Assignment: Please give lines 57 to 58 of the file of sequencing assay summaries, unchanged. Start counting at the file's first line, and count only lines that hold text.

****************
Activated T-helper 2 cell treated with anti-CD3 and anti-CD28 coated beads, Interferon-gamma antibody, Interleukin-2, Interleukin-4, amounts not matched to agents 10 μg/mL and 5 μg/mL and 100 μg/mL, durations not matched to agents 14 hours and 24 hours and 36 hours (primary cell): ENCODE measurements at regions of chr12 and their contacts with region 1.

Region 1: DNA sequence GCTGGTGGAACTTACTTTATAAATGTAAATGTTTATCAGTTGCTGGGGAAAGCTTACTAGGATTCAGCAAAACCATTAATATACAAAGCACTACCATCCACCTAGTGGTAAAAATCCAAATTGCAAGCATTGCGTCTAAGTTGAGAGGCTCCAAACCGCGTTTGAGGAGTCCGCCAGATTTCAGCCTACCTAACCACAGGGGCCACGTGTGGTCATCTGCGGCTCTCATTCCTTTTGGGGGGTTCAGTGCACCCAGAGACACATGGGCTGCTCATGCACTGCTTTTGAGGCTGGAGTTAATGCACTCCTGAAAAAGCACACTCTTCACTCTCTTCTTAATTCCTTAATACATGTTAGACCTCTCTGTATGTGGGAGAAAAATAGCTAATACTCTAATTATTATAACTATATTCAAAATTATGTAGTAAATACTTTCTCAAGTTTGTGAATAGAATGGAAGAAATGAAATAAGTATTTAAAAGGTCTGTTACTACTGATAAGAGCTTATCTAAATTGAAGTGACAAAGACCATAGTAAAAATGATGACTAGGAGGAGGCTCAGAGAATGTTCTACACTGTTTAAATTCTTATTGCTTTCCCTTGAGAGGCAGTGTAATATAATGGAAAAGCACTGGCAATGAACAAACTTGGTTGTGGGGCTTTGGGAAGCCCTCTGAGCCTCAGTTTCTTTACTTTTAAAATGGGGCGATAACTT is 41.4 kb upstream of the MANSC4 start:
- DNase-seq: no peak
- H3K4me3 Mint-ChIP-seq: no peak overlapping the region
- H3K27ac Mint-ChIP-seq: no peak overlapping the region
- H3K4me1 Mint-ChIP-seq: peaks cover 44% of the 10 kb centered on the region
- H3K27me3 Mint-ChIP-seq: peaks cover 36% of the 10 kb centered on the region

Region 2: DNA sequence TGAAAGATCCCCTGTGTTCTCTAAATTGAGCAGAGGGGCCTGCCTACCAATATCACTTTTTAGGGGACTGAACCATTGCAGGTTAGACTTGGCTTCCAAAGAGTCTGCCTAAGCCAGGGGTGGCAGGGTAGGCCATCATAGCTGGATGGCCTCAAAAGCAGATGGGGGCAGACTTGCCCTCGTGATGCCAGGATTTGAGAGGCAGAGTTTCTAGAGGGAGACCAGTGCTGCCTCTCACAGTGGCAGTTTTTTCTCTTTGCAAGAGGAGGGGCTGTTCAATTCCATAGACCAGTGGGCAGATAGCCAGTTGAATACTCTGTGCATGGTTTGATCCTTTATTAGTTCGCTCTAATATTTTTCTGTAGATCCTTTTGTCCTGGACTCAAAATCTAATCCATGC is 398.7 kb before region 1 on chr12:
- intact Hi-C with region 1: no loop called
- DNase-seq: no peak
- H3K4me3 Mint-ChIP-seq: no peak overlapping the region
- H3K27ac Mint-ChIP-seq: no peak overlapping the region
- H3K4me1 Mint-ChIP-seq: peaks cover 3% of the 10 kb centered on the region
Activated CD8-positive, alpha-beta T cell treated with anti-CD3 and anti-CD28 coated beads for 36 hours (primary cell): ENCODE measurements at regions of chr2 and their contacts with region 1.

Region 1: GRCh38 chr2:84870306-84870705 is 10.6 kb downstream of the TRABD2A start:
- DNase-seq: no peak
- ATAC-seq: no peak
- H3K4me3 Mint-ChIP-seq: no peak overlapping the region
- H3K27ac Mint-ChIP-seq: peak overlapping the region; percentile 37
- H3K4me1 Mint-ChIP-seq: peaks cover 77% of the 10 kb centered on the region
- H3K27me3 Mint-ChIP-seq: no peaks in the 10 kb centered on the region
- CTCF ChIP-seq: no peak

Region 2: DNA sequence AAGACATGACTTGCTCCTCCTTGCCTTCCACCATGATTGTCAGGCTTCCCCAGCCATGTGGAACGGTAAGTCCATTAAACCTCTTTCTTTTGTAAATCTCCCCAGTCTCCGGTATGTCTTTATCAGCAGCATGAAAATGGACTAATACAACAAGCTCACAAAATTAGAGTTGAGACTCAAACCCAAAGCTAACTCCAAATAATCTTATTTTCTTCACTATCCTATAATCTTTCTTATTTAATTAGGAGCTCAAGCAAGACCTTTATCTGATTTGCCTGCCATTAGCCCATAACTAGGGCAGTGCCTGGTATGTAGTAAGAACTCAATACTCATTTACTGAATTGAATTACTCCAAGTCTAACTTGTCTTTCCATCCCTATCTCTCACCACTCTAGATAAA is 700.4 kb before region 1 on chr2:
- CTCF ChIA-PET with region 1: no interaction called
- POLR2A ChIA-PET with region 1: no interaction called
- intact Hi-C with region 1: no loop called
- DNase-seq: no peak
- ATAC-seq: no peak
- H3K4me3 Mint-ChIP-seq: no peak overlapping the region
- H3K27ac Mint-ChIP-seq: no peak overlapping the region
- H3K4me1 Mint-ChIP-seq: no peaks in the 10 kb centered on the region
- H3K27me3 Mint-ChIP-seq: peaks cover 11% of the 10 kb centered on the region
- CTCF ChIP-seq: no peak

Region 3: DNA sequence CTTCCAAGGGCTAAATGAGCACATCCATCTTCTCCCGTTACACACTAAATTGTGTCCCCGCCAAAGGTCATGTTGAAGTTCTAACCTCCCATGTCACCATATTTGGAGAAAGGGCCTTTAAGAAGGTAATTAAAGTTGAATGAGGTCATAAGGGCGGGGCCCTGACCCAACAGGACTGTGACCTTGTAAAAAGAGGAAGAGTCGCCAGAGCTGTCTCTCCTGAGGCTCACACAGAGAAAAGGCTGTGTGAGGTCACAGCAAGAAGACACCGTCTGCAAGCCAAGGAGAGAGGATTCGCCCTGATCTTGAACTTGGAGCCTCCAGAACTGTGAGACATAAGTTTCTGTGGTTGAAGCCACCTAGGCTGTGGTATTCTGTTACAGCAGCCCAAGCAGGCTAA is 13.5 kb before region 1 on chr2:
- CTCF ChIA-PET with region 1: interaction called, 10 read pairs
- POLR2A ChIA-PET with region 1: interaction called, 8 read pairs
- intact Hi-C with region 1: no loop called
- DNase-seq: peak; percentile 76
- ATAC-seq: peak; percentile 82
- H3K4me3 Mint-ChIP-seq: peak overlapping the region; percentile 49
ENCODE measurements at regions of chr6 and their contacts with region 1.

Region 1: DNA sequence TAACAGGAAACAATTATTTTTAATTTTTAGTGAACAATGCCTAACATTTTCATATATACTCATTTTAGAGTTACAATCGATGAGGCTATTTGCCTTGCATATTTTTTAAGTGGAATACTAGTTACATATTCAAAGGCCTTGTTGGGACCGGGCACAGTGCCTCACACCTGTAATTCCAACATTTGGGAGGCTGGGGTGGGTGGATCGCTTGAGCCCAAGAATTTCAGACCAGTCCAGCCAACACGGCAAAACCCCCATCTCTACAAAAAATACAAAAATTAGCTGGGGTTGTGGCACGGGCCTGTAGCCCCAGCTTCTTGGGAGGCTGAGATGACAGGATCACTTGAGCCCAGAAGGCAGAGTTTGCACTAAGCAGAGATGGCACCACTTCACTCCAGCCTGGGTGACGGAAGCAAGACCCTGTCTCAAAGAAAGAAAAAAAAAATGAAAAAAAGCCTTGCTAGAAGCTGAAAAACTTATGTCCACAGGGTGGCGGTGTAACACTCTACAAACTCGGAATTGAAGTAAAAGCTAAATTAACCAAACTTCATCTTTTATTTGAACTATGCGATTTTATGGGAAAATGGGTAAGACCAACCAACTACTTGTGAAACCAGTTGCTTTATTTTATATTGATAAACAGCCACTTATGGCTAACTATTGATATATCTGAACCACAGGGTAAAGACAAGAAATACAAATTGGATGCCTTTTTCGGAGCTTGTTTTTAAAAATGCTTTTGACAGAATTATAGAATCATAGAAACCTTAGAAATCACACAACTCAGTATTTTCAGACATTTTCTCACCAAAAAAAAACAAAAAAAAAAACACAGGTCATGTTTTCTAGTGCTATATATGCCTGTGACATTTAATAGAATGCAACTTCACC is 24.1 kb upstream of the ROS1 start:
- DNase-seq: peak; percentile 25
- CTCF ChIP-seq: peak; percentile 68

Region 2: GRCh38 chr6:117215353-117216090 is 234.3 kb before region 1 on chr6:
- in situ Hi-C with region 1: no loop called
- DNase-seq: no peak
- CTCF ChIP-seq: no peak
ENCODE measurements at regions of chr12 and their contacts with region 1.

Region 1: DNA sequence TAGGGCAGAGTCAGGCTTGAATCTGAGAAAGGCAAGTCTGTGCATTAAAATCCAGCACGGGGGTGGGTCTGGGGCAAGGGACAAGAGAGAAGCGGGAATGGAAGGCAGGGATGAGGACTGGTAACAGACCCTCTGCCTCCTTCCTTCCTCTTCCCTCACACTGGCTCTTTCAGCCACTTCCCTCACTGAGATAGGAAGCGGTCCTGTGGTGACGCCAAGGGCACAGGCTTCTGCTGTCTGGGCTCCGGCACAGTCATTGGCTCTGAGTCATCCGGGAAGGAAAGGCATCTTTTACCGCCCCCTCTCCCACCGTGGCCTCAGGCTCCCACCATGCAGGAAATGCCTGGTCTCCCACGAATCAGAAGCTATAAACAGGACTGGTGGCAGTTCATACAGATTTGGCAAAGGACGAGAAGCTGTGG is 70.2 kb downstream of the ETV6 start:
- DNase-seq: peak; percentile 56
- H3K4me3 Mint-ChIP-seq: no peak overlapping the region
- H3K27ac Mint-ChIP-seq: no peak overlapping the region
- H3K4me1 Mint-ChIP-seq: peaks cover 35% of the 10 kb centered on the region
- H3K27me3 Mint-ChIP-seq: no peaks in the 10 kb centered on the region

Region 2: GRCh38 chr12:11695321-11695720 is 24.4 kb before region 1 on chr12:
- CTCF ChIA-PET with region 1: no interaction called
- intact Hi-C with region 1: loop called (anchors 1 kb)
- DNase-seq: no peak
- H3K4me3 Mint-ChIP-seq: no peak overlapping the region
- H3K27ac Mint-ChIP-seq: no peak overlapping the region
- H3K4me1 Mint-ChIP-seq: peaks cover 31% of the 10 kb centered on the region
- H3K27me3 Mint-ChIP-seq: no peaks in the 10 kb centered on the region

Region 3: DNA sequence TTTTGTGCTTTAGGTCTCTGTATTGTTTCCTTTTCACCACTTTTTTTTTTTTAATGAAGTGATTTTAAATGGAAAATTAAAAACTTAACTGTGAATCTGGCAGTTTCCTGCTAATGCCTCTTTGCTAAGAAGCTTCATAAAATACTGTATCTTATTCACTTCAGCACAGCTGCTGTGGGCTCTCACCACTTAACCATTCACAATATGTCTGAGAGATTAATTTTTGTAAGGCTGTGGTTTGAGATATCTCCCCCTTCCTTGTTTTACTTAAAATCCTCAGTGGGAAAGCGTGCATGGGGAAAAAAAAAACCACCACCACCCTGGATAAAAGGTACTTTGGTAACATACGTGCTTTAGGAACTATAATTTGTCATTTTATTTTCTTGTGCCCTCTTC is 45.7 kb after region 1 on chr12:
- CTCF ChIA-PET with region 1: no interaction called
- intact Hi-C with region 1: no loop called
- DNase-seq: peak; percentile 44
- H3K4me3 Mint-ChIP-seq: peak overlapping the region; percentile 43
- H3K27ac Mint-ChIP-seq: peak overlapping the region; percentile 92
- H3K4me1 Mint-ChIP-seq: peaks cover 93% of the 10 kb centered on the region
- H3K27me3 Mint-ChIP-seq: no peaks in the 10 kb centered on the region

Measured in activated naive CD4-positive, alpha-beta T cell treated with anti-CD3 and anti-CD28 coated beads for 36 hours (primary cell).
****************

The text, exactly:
- CTCF ChIA-PET with region 1: no interaction called
- intact Hi-C with region 1: loop called (anchors 1 kb)